The first rain showers of November’s Northeast Monsoon Season have started to give Malaysians flashbacks to the dreaded Taman Sri Muda floods that happened last year. Even this year, that same area was struck with another flash flood too. Given that monsoon season is soon upon us, it pays to be prepared by understanding certain terms and care techniques for your car.
Malaysian Automotive Association president Datuk Aishah Ahmad said that during and after flash floods, you should never attempt to start your vehicle if it has been caught in floodwaters, for a good reason.
A common phrase people use when their car or engine gets submerged is “submerged or flooded engine”. While this may be a mere sample of everyday speech, the proper term used is hydrolocked. Unless you’re driving an amphibious vehicle like that submersible Lotus Esprit from that James Bond film, a hydrolocked car can cause serious damage to your engine if drivers do not know how to handle it.
What is a Hydrolocked Car?
Water and oil do not go well together, neither is water in your engine. Hydrolock is a shorthand notation of two words – hydrostatic lock or hydraulic lock. It is a phenomenon where reciprocating parts of the engine e.g. pistons are obstructed from moving after a certain amount of liquid has filled in the room where the moving pistons are supposed to be. When water has flooded the air chambers of the engine, fuel combustion is unable to happen. Engines need air to function.
When the pistons do not have the space it requires to reciprocate, that’s when the engine suffers from mechanical failure. To make this easier to understand, take a small plastic syringe and block the end nozzle with your finger. Then, push down the plunger with your thumb. It should be able to push the air out easily. A working engine must be able to perform this in order to keep running at high RPMs. Now fill that syringe with water and push the plunger down again. Notice it’s harder to do so? Liquids are not easily compressible, unlike air.
This, however, does not mean that car engines should be running dry all the time. Our engine still requires a small amount of fluid lubrication in order for the parts to be running smoothly. A hydrolocked car can suffer from a catastrophic failure if it occurs during high revs. Notably, the connecting rod of the pistons, crankshaft, engine block, crankcase, and bearings, sometimes all at once. You’re going to need a new car.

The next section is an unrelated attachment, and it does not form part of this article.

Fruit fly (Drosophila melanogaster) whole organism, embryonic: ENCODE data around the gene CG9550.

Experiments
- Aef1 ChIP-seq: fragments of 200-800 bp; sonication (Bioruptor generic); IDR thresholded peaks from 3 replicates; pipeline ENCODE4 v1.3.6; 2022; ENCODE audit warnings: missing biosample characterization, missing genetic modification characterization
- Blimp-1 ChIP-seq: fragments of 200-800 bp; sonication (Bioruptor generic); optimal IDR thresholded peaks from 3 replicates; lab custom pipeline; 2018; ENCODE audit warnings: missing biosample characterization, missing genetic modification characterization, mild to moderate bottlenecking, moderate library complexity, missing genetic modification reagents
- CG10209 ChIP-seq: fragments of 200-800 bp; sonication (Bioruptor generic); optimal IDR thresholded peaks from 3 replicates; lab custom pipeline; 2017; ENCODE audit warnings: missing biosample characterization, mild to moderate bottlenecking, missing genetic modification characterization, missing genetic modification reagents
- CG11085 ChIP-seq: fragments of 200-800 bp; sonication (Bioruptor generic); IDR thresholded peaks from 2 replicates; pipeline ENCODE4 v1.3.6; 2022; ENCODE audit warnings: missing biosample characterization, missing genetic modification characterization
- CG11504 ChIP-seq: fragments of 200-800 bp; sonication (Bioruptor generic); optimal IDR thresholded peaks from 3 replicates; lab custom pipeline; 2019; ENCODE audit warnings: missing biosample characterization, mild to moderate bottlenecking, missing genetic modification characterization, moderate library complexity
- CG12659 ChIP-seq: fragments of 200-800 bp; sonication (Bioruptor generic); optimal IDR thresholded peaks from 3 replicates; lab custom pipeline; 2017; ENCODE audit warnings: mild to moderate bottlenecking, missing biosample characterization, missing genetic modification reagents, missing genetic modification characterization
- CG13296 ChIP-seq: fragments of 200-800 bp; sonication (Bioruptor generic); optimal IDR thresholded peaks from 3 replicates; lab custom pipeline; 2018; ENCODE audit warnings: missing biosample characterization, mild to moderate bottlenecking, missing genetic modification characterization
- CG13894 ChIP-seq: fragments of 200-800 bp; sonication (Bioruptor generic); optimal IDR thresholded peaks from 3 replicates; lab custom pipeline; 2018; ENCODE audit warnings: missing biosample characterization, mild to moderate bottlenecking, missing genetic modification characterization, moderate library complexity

Read More: Dangers of Buying a Flood-Affected Car
How and Where Can You Get Yourself a Hydrolocked Car?
Hydrolocking, as mentioned above occurs during heavy floods or when a car finds itself driving too deep in watery areas. While our cars can withstand some depth, there are proper techniques to drive through flooded areas without having your engine hydrolocking. Other causes of hydrolocking can occur during heavy storms or driving too deep in mud puddles.
If you do have to drive through flooded areas, always keep your foot down on the gas and keep the vehicle in low gear. This ensures the exhaust keeps pushing out high-pressure air to prevent water from flooding the exhaust. That’s why trucks with modifications for offroading have a snorkel/exhaust system mounted on the top of the vehicle.
Read More: How to Drive Through Flooded Roads
How to Know If Your Engine is Hydrolocked?
The noise is going to sound expensive. Most notably:
- The engine starts to stall
- Abnormal sputtering from the engine
- Loud, thumping noise when starting the engine.
- Knocking, hammering noise
- Engine has no response at all
Can a Hydrolocked Engine Be Saved?
Good news. The answer is yes. Generally, hydrolocked engines can be saved, provided you do not start the engine after the flood waters subside. Attempting to start the car will further accelerate the damage to your engine! Even if you can get it started, the engine is going to sound rough due to one or more bent piston rods. Get your car towed and settle down at your garage or workshop.
Bonus: Fixing a Hydrolocked Engine
If you do attempt to fix your engine yourself, get your vehicle towed out into a safe area first. Replace the air filter, spark plugs, and a new battery before you start the car. Since the engine was partially submerged in water, it’s going to be like a water fountain for a short period when you give it a rev. Don’t be alarmed. This is perfectly normal as the engine is expelling all the water trapped in it. However, it’s best to take it to a mechanic if you’re not sure what you’re doing.
We’re expecting the worst when this monsoon season arrives. We hope you may find this guide useful and learn something new today. Stay safe and take care of yourself out there.
What started off as a simple hobby of collecting die-cast cars grew to become an obsession with the real deal. Dabbled in property for a year before making a career change to follow his passion for cars. Drives a 2016 Nissan Almera daily with dreams of upgrading to a Toyota one day.